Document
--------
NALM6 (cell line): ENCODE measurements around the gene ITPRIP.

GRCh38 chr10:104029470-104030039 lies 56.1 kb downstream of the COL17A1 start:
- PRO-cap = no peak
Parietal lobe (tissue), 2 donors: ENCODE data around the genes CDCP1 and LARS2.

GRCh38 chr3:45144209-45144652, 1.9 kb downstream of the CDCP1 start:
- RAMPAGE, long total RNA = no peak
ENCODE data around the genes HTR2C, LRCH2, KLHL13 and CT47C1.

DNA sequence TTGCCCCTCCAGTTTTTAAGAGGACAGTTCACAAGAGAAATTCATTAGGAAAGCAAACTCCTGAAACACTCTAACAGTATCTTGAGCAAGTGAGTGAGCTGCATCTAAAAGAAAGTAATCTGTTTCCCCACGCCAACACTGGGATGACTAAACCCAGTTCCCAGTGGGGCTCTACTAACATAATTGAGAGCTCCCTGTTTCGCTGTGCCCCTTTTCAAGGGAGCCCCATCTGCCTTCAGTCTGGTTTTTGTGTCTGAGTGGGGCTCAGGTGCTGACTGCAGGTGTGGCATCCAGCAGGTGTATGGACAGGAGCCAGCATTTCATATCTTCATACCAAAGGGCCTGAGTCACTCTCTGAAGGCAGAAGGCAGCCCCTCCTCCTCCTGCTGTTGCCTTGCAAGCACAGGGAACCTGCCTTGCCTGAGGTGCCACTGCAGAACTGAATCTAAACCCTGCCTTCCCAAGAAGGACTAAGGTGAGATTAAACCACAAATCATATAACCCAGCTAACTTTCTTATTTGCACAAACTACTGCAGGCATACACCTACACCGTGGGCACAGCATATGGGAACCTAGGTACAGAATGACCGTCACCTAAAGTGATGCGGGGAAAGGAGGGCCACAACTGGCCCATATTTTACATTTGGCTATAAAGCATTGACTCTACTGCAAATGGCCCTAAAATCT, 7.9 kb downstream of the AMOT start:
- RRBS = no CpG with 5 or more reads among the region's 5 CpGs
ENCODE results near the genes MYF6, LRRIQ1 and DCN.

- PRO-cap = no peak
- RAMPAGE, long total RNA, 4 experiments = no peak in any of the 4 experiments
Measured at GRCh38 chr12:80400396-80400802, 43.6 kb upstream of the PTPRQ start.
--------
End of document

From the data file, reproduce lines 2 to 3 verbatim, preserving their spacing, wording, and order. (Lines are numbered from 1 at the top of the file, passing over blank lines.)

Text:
GRCh38 chr10:104029470-104030039 lies 56.1 kb downstream of the COL17A1 start:
- PRO-cap = no peak